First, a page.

Stamford Land files defamation suit against Mano Sabnani

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Photo: CEO of Stamford Land Corporation

Stamford Land Corporation Ltd announced on Sunday, September 9, that the company has filed a writ of summons against Mano Sabnani, who is a minority shareholder with the company.  Mano Sabnani serves as the Chairman & CEO at Rafflesia Holdings Pte Ltd,was the Former Chief Executive Officer/ Editor-in-Chief at TODAY and the Former Managing Director at DBS Bank.

The company issued an announcement that legal proceedings against Mr. Sabnani had begun and that the Plaintiffs in the proceedings, which include the company’s directors Ow Chio Kiat, Ow Cheo Guan, Ow Yew Heng, Lim Teck Chai Danny and Mark Anthony James Vaile, are claiming damages from Mr. Sabnani for statements of a defamatory nature that he made on four occasions: the Annual General Meetings on July 2016 and July 2018, a Facebook post dated July 27, 2018 and in a letter to the Business Times (BT) on July 31, 2018.

According to the announcement, Mr. Sabnani issued defamatory statements that were intended to disparage the company’s directors in their profession and business, thereby injuring their reputations, and that these statements said that the directors had  “breached their fiduciary duties to Stamford Land” and were “guilty of offences under the Companies Act.”

Furthermore, the directors denied the statement Mr. Sabnani made in his Facebook post and in the letter to (BT), that he “was told that there was water in the toilet and I could quench my thirst there.”

The announcement, written by Lee Li Huang, the Chief Financial Officer and Company Secretary of Stamford Land, ended with a statement that shareholders would be informed of further developments.

According to Mr. Sabnani’s letter to BT on July 31, entitled “Stamford Land board’s high-handed conduct at AGM leaves bitter taste,” he was so “dismayed” by the behavior of the chairman and certain members of Stamford Land Corporation’s general meeting on July 27 of this year that he left while the meeting was still going on. Per Mr. Sabnani, he had been “vilified, bullied and made to feel totally unwelcome as a minority shareholder” just for asking “a few hard questions.”

At the meeting, shareholders were only allowed to ask one  question each. Mr. Sabnani claims that he had asked why the company has three Chief Executive Officers and why they had received S$6.5 million from Stamford Land for 2017. He wrote, “The chairman (executive chairman Ow Chio Kiat) alone received at least S$4.75 million, much more than the S$1.77 million paid to the top five management personnel in the company.” 

Mr. Sabnani says he did not receive a clear answer to his question.

Awhile later, he also spoke to the assembly concerning the dividend resolution. “The company paid three cents in dividends in 2014 when earnings per share were 3.1 cents and the debt position was much higher. Now, with practically no debt and earnings per share at 6.5 cents, the dividend proposed is just one cent.”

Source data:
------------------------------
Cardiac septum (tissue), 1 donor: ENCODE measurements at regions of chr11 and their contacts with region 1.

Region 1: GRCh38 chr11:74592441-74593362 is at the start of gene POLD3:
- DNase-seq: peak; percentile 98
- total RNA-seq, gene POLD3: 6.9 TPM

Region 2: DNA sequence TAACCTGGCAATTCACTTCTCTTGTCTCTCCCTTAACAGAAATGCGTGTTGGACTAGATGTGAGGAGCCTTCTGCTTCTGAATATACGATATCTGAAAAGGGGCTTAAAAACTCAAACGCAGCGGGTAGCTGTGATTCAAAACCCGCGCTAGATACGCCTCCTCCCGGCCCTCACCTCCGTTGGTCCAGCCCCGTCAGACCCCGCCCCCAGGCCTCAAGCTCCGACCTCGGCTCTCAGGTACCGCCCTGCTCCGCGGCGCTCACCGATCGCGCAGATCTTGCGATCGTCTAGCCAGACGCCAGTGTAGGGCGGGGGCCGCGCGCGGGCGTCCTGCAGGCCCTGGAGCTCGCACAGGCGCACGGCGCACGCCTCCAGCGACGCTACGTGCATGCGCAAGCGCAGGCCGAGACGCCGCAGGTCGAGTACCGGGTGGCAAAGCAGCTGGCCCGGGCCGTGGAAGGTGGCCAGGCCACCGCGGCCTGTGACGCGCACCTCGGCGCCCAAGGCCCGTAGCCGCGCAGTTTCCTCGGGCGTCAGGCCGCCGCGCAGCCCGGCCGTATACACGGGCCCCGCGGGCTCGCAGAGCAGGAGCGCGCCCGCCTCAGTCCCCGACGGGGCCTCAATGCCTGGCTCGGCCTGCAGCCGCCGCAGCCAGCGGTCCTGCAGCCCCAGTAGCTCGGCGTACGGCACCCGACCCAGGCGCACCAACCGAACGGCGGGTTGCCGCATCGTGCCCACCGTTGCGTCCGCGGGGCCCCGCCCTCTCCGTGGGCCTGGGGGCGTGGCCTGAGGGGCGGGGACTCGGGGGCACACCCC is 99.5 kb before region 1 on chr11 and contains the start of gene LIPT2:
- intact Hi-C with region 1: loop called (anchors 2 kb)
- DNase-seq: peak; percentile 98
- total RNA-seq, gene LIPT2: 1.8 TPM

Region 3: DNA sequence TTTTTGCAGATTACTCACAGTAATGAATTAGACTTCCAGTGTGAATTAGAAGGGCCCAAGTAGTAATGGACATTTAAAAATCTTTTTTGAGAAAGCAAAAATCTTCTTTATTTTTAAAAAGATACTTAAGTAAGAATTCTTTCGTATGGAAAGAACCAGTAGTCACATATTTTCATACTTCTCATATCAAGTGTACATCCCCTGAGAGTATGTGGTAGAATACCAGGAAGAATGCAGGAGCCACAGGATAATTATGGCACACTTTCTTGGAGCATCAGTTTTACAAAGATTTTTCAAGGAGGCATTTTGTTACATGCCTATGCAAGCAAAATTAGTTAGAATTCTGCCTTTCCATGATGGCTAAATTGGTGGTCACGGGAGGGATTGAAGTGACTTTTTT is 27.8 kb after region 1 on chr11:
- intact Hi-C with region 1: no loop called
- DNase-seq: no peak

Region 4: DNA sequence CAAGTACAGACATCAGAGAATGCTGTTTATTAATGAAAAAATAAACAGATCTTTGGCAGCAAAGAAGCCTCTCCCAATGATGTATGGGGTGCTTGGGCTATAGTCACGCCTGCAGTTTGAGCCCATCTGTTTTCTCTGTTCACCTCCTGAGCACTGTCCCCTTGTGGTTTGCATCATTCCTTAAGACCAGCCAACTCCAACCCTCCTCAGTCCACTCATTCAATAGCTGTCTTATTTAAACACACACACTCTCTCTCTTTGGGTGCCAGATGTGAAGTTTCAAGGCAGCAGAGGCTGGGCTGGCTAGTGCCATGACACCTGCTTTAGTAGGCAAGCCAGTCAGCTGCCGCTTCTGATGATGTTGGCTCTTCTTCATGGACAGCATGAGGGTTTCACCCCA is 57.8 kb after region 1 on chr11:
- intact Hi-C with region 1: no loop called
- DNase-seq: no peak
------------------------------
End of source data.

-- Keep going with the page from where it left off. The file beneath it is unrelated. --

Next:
The chairman had answered saying that cash was needed to be conserved for future needs.

Mr. Sabnani questioned the dividend policy, writing to the Business Times, “Due to its poor dividend policy in the last three years, the shares have not performed at all. They traded at 64 cents in 2014 and now languish at 47.5 cents despite the net asset value (NAV) rising from 57 cents in 2014 to 60 cents at end of FY March 2018. The dividend yield at the NAV of 60 cents is only 1.7 per cent versus about 3.5 per cent on the Straits Times Index. The company seems to have no idea of capital management and how it could raise returns for shareholders through higher regular dividends and the likely resultant higher valuation in the market.”

Mr. Sabnani also made a point at the end of his letter, saying that there was not a large attendance at the Chinese Cultural Centre  where the meeting was held, and that the attendees were not even given water to drink while the board members drank freely from their water bottles.

He wrote, “I was told there was water in the toilet and I could quench my thirst there. That’s how I felt when I left the meeting: in the water closet!”

On September 4, Benedict Tan, General Counsel for Stamford Land Corporation Ltd also wrote to the Business Times denying the accusations of Mr. Sabnani, and saying that a letter had been written to its shareholders on August 31 and posted on SGXnet in response to the allegations.

Mr. Tan’s letter denied that the number of questions from shareholders was restricted, and said that the management and board of directors did not ask anyone to quench their thirst in the toilet. 

He also answered the points Mr. Sabnani raised concerning the declaration of dividends and the renumeration of the company’s CEOs, saying that these “rose in accordance with the formula adopted by the Board following the advice of an independent human resource consultant, which were then reviewed by the independent remuneration committee of the Board, and adopted by the Board (with each of the directors abstaining from voting on his own remuneration); and as explained at the 2018 AGM, the company took into account the potential earnings forecast of the company, the sustainability of the current dividend over the course of the next few years and the resources required for Stamford to undertake any projects for the coming years, when declaring its dividends.”